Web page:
The year 2014 began with overly aggressive forecasts for property investment, and barometers looking better than at any other time in the recovery. Q1 didn’t exactly pan out as expected as the U.S. economy slowed to one of the weakest paces of the five-year recovery. The general consensus is that Mother Nature is largely to blame for a sluggish Q1, not any long-term, fundamental problem with the market. You could almost hear an audible sigh of relief from attendees at EDR’s Annual Client Summit in Arizona when Ryan Severino, Senior Economist and Associate Director of Research at Reis, assured them during the State of the Market track to “be not afraid” about the rest of 2014. Here’s why.
What Attendees Had to Say…
Just a few days before the annual summit, EDR Insight sent a survey to all attendees, asking them this: Characterize the state of the market in 10 words or less.
The accompanying image shows a sampling of the types of responses that came in from environmental professionals at leading firms across the U.S., from the conservative on the top left to the bullish on the bottom right. The results were a mixed bag, running the gamut from “nothing to write home about” to “fast and furious” and “busy as all get out.”
“Be Not Afraid”
When Severino took the stage at the EDR summit, he painted a picture of a market that, while slow in Q1, is still on a strong path to recovery heading into the second half of 2014. In his presentation, titled Commercial Real Estate: Market Realities and Economic Change, Severino noted that many of the economic fundamentals underpinning U.S. property markets, and therefore driving Phase I ESA activity, are strengthening as we leave behind Q1 and its harsh winter.
Highlights from his presentation include:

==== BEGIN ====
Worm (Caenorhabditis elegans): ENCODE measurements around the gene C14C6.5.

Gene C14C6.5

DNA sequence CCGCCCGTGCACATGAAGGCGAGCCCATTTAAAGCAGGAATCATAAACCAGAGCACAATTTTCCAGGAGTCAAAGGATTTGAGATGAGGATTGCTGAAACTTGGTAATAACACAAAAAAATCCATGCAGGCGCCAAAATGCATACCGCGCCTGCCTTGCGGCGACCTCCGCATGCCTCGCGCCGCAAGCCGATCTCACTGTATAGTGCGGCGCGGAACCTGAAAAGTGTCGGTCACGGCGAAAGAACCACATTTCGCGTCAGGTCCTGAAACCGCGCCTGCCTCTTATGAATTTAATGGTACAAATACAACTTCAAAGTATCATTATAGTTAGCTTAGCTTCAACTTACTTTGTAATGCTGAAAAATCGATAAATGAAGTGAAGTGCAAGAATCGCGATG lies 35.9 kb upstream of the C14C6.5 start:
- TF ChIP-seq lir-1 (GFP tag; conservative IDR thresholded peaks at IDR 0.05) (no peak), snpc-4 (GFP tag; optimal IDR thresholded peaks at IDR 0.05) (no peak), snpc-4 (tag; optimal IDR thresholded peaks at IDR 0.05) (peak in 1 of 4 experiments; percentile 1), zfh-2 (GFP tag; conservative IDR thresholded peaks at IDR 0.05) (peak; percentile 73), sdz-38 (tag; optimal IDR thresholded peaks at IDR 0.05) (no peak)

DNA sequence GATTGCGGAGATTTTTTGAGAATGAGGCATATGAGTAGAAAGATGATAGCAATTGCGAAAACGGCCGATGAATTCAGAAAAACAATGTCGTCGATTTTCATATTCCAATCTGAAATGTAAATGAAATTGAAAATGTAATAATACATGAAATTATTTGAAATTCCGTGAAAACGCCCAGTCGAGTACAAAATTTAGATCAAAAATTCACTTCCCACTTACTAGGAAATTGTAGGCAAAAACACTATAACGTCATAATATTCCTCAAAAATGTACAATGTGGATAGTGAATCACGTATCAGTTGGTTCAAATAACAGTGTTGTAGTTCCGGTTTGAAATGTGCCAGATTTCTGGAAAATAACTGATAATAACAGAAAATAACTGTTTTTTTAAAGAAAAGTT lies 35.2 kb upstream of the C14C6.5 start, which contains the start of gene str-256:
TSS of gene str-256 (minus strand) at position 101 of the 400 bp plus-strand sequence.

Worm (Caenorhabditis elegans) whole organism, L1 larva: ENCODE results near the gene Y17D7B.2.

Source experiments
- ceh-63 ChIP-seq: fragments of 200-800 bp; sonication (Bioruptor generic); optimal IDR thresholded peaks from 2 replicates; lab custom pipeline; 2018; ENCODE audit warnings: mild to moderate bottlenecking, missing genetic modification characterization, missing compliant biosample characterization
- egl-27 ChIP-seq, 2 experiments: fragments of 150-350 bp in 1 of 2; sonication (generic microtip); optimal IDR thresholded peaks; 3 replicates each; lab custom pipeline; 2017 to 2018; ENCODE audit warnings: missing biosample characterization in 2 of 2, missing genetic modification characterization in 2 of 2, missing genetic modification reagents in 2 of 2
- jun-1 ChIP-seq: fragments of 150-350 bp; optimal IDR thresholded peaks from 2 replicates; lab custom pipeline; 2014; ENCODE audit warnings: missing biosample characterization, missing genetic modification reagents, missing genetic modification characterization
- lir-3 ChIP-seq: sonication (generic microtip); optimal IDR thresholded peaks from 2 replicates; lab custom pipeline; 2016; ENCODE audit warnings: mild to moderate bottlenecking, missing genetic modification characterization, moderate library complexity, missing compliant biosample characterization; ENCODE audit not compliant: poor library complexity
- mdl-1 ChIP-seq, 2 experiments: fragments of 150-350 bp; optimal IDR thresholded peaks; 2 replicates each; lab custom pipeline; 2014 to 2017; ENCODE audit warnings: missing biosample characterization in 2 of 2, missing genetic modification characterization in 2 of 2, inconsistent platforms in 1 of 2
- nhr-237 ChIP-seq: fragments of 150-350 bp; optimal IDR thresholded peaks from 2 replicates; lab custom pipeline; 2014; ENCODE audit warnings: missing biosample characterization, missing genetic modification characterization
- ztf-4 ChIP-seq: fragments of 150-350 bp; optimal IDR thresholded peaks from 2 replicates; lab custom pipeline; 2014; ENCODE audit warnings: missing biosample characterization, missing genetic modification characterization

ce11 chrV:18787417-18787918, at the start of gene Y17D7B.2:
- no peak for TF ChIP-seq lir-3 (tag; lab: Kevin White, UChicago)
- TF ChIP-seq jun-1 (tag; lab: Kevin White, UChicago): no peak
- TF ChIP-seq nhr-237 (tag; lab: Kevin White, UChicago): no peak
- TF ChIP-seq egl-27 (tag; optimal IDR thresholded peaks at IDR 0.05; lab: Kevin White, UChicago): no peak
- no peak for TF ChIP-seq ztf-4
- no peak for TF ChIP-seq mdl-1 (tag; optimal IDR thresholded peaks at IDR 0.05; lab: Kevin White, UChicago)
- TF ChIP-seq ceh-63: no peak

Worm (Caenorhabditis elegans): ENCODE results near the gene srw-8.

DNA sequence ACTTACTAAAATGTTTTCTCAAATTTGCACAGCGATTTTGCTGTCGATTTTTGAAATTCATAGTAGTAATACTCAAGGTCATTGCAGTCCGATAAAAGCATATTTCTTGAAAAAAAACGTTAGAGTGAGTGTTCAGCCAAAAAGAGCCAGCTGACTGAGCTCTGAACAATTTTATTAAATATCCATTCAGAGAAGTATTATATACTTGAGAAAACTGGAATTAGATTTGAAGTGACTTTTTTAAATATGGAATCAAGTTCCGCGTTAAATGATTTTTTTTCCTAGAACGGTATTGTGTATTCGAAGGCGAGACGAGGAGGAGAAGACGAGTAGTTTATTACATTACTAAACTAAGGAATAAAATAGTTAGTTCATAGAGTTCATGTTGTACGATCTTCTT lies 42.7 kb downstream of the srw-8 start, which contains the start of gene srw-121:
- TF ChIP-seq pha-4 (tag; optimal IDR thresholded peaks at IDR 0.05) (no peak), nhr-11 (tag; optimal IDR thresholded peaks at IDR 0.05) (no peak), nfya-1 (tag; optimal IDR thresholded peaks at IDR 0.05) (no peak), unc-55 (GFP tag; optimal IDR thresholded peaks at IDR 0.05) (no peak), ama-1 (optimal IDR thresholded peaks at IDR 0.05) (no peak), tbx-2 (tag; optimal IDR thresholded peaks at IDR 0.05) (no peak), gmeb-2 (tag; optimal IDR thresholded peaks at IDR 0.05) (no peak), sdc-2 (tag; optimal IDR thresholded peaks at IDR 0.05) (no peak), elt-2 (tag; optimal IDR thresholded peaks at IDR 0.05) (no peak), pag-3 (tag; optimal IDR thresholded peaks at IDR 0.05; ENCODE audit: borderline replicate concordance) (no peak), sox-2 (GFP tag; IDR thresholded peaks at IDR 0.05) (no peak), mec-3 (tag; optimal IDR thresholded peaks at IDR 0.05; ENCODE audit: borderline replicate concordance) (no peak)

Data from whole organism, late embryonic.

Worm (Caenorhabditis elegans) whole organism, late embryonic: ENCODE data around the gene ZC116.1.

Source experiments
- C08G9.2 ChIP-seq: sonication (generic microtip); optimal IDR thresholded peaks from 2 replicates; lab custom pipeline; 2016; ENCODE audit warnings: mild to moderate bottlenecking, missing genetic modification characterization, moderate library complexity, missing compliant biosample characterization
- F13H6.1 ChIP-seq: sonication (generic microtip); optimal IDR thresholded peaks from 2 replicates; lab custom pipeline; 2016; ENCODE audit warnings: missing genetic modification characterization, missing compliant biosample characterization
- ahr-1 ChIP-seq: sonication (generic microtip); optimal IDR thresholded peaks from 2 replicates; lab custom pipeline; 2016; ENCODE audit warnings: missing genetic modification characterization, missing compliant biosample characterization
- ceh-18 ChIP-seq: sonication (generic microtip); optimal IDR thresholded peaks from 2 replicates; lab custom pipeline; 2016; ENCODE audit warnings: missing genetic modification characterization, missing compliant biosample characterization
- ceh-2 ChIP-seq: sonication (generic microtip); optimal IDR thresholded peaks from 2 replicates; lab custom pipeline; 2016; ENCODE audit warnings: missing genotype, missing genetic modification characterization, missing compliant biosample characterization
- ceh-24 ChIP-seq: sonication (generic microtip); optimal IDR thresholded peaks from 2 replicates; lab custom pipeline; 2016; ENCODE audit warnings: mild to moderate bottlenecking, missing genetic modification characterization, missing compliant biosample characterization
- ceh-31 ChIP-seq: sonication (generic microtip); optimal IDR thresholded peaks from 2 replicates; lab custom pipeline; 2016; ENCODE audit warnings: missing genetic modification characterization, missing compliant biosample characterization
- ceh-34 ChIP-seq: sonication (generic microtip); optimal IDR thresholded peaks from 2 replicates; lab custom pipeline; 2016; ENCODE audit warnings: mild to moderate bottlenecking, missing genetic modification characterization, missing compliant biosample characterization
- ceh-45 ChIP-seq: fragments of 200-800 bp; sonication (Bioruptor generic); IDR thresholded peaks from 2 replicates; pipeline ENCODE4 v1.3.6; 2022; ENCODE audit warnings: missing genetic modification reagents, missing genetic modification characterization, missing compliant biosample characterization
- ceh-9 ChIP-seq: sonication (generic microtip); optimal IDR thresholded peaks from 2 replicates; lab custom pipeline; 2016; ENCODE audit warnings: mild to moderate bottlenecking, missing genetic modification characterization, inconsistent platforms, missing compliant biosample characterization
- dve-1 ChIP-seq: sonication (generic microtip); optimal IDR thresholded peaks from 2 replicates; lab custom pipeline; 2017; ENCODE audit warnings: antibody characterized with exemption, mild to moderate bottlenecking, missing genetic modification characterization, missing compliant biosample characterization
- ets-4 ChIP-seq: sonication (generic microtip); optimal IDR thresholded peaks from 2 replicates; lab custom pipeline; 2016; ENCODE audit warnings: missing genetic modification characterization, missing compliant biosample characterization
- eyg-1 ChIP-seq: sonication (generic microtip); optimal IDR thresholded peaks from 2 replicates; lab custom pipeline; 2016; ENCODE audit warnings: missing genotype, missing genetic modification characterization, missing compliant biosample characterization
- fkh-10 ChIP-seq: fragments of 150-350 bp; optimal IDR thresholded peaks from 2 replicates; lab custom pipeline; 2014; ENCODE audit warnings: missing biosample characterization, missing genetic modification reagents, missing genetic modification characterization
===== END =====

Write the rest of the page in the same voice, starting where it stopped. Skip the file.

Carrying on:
– Believe it or not, the labor market is starting to accelerate and we are only a month or two away from gaining back all of the jobs that were lost. Despite the slow Q1, job gains are ahead of last year’s pace, and a total of 200,000-220,000 jobs are expected to be created per month throughout the rest of the year. If we achieve that, it could be the pace of growth that could “finally move the needle of demand for commercial real estate.”
– On the GDP front, the results for Q1 were not good to say the least (0.1% growth), but this was due to “severe winter weather that really did restrain economic activity.” The slow start to the year is not to say that “Armageddon is upon us, but rather a bump in the road due to a very short-term factor.” As a result, a lot of the economic activity that “would have occurred in the first quarter simply got diverted to later quarters. We still think we can get close to 3% GDP growth in 2014, which would easily be the best result we’ve seen since the downturn.”
– Apartment continues to be the darling of commercial real estate, but the good news is that investors are increasingly looking for opportunities outside primary markets and the multifamily asset class. Keep your eyes open for pockets of opportunity in metros like San Jose, San Fran and Seattle. These are all active technology markets, while Houston is an energy-centric market. Not surprisingly, all of these metros outperformed the overall Phase I ESA market in Q1 based on EDR Insight’s ScoreKeeper results.
– In the CMBS sector, things are improving but challenging. Here’s why: In 2006-2007, we saw annual issuance of about $230B spread across 38 players. After the slow Q1, today’s forecast is for annual volume this year of about $80-100B. At last count, there were 37 organizations out there trying to issue CMBS so that means we have about the same sized universe of originators as we had during “bubblicious boom years” but only one-half to one-third of the volume.
– The good news overall is that the main headwinds (e.g., weak housing, unhealthy bank balance sheets, etc.) that have really been holding the economy back for the past 4-5 years have largely dissipated at this point. If you take GDP, the accelerating labor market and healthier bond market…all of these positive factors together in the absence of the headwinds from the past few years, and we could finally see the transition year when the economy shakes off the shackles of everything that’s been holding it back and starts to move to an environment more conducive to growth in commercial real estate.